The utter disregard for human life that serial killers have is intriguing to some and terrifying to all. Throughout history, there have been thousands of individuals who have killed without compunction but few, if any, have murdered more people than Luis Alfredo Garavito Cubillos.
Officially, he murdered somewhere between 138 and 192 young boys, but it is possible that he killed 300-400. Despite the horrific nature of his crimes, the Colombian justice system’s maximum penalty of 30 years led to the possibility that Garavito could be released. Fortunately, common sense prevailed and âThe Beast’ is unlikely to see the light of day again.
Early Life & Beginning of his Murder Spree
Luis Garavito was born in Genova, QuindÃo, Colombia on January 25, 1957. He was the oldest of seven brothers, and all of them had a terrible childhood due to the sickening actions of their alcoholic father. Garavito was subjected to physical and sexual abuse from a young age; at least this is what he claimed in interviews after he had been caught.
At the age of 16, Garavito ran away from home to try and start a new life away from his abusive father. To find work, he had to travel all over Colombia. He began by working as a store clerk before he took to the streets to become a vendor who sold prayer cards and religious icons. Despite his constant traveling, Garavito had a girlfriend who also had a small child. By all accounts, Garavito treated the young child well, and his friends described him as a kind man but did note his volcanic temper.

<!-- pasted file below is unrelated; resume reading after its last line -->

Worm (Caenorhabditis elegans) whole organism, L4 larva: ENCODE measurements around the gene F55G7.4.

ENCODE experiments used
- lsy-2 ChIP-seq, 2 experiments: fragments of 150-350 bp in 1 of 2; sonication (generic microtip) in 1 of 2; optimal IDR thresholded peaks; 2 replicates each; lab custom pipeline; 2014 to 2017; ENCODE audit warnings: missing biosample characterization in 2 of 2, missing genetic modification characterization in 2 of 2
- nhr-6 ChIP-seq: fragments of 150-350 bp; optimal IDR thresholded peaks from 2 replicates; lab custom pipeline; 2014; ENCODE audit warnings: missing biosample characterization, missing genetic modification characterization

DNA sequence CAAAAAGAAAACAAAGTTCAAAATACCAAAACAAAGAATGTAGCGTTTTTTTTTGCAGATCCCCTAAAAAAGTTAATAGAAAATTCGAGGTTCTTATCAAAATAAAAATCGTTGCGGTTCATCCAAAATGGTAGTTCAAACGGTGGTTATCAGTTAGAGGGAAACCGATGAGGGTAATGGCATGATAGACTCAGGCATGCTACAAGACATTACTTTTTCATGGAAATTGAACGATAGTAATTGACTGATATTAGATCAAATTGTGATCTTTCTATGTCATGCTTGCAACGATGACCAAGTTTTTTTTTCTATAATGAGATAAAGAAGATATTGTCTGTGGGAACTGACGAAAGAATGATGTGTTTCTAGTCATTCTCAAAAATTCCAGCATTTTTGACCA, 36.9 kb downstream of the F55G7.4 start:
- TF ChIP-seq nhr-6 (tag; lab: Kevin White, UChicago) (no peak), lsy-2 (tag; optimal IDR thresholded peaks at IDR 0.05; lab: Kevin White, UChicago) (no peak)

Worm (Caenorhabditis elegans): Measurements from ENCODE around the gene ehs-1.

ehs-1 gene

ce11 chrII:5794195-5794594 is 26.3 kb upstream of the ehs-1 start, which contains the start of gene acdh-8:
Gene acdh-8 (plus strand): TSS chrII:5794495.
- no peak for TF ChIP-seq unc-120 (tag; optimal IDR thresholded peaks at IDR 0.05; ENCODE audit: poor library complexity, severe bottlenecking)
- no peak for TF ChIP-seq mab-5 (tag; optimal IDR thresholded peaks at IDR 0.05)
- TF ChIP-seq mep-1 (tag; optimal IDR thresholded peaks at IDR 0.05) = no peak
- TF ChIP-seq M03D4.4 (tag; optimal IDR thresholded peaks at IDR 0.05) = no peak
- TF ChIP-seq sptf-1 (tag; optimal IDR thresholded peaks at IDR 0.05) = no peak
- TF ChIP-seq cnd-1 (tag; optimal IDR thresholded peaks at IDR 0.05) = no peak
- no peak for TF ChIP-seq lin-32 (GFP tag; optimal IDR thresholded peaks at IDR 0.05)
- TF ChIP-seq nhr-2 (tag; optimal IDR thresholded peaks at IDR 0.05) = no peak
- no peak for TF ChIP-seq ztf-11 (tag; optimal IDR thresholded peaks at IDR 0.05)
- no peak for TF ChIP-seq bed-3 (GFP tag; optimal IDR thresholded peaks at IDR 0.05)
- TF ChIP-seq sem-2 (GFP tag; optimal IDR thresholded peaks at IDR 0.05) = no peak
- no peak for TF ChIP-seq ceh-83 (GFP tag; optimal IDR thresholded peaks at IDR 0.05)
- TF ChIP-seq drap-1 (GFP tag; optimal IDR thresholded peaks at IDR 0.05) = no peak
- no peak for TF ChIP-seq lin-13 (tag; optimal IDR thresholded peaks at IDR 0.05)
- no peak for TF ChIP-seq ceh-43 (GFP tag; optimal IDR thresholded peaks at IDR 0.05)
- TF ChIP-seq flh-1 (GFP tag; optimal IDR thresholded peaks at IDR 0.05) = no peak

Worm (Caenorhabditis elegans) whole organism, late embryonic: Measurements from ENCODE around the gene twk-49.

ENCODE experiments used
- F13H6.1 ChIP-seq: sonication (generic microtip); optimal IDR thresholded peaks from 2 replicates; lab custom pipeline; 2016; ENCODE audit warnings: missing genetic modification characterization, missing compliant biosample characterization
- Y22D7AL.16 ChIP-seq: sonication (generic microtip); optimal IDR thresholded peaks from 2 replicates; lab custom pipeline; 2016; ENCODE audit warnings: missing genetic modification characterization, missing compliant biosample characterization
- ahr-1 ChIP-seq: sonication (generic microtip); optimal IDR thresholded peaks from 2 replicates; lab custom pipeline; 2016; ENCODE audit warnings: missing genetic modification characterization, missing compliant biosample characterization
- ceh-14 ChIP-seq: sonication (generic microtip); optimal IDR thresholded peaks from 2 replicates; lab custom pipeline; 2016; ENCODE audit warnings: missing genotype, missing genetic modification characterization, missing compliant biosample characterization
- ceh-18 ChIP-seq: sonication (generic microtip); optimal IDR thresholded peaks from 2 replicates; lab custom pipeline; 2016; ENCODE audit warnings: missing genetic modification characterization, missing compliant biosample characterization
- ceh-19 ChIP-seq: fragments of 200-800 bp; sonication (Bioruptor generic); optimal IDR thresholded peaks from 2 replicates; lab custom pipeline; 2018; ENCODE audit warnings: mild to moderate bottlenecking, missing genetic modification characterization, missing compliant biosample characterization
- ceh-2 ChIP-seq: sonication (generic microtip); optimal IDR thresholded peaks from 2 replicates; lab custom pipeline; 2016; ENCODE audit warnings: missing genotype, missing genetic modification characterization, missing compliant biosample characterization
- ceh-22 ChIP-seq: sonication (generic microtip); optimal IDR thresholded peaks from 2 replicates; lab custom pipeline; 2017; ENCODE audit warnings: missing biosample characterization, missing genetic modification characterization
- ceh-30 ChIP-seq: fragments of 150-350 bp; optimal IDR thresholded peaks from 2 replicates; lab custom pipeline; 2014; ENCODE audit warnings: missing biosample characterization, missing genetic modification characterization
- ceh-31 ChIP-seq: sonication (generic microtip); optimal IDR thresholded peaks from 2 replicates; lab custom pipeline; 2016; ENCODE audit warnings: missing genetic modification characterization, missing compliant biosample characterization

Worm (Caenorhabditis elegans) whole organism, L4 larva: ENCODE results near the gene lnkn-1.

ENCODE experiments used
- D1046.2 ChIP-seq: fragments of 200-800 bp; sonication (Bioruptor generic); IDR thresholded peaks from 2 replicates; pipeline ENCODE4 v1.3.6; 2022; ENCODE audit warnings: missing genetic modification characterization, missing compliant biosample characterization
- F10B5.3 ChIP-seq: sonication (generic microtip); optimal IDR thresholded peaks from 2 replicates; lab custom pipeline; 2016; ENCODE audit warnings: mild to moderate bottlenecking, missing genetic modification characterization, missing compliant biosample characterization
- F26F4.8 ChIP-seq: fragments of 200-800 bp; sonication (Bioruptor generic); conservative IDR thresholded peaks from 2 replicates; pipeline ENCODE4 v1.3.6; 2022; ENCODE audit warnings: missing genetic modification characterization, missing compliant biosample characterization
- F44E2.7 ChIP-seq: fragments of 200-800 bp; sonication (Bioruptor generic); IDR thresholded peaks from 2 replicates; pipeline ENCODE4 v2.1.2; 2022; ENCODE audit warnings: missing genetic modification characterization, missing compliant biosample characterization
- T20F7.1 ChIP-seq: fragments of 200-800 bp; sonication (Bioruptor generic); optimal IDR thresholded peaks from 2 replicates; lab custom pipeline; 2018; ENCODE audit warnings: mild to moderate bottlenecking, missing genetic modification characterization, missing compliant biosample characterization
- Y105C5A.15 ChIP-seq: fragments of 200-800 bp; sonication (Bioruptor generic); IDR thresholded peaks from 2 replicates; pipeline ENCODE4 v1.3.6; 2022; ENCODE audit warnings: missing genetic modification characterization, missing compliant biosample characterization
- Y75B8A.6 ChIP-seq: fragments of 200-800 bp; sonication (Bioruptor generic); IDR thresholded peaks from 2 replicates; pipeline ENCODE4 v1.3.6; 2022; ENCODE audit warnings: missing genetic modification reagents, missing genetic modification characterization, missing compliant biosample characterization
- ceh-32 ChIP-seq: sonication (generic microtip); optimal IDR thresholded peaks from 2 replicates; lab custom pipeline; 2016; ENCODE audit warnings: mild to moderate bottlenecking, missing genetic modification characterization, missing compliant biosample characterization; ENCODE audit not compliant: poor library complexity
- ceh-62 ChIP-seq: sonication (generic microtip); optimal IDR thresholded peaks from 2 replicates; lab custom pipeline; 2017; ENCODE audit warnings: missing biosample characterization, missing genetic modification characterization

In adulthood, Garavito continued his roaming lifestyle and moved from town to town in the search for work. He picked up his father’s alcoholic tendencies and was known to drink heavily and behave belligerently in every location until he wore out his welcome and went elsewhere. According to police reports, Garavito once attempted suicide and spent five years under psychiatric care.
It seems as if Garavito began his grotesque murder spree sometime in 1992. He was extremely careful in terms of who he picked as a victim. Practically all of his victims were boys aged 6-16 who were orphaned, peasants or homeless. He knew that these children were vulnerable and no one would report them missing. In most instances, Garavito would approach the boys and lure them away with small gifts or money. While he was careful in some cases by approaching them in the countryside, there were other occasions where he blatantly came up to them in crowded streets.
Garavito would also pretend to offer work to the boys and sometimes, he disguised himself as a âcharacter’ to gain the trust of his victims. For example, Garavito dressed up as a priest, elderly man, drug dealer, or a farmer. To avoid suspicion, he changed his character regularly. Once he had the trust of the boys, they would set off on long walks until the children got tired. At that stage, they were easier to deal with. Garavito used these tactics hundreds of times until he was finally arrested in 1999.